Housing Benefit (West Ham)

Part of the debate – in the House of Commons at 10:34 pm on 22 November 2010.

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Photo of Steve Webb Steve Webb The Minister of State, Department for Work and Pensions 10:34, 22 November 2010

I have only six minutes left in which to respond to the hon. Lady, and it is probably important to do that rather than to respond to another hon. Member.

I have explained our broad estimate. A good proportion of rental properties will be available throughout the borough, but I agree that we do not want constant moves. No one wants that. The challenge is to ensure that when people enter a tenancy agreement they do so sustainably. All we are trying to do is to ensure that the choices made by people on benefit at the start of a tenancy, when they choose a property and a rent, involve the same constraints as for someone in low-paid work. The change is not designed to be penal; it is designed to be fair and equal. That is the idea.

The hon. Lady cited a figure of 82,000 people being at risk of losing their home, but that was based on London Councils' research and not that of the Department for Work and Pensions, and it was based on a fairly low response rate from landlords. Moreover, landlords are bound to say that they do not want any reform that is going to cap what they get. Landlords have been the principal beneficiaries of the local housing allowance system. We have already seen private sector rents falling in the past 18 months, yet the rents paid to people on LHA have been going up. Through housing benefit and LHA, we are putting more than £21 billion a year into that market, and it would be implausible to suggest that we are not having an effect on it.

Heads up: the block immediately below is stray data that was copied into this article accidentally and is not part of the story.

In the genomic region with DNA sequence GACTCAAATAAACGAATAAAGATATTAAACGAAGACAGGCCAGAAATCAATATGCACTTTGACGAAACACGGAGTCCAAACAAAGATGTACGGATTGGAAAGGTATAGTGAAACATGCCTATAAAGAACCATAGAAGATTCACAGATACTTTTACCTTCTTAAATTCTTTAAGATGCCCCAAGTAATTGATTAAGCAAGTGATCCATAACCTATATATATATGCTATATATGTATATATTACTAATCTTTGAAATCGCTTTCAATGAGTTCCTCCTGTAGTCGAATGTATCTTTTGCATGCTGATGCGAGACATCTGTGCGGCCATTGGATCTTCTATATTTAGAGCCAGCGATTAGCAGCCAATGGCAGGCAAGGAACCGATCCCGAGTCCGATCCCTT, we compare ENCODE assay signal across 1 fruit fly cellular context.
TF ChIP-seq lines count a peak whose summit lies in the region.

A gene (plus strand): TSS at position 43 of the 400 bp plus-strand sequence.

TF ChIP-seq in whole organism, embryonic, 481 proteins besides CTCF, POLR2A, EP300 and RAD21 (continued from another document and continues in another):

We believe in trying to restrain the growth in rents, although in four years time, we will still be spending more in cash terms on housing benefits than we are this year. I think that the hon. Lady used the term "swingeing" cuts about something else, but these are not swingeing cuts. This is about restraining the rate of growth of housing benefit, so it is a far more modest reform than she suggests.

The hon. Lady raised the issue of slum landlords, for whom we have no time, and one of the things we want to do is to change landlord behaviour, which is crucial. We are considering whether, by paying housing benefit directly to landlords, we could use that leverage to try to get rents down. Yes, some people might face shortfalls-I accept that point, although I think that the figures might sometimes be exaggerated-but we are not in a static situation. The question is: what happens next? If landlords, particularly those renting to housing benefit and LHA tenants, see that we are not simply going to follow the market up, that could change rent-setting behaviour.

The hon. Lady made a point about the consumer prices index, and about the way in which we are going to index LHA in the future. Her view seemed to be that we should simply follow the market, but we think that that has been the biggest problem with LHA over the years. We have actually stoked up the market, and then increased LHA to keep pace with the market, so that rents keep rising. We are not getting good quality accommodation, however; we are simply driving up rents, and that is not what we want to spend public money on.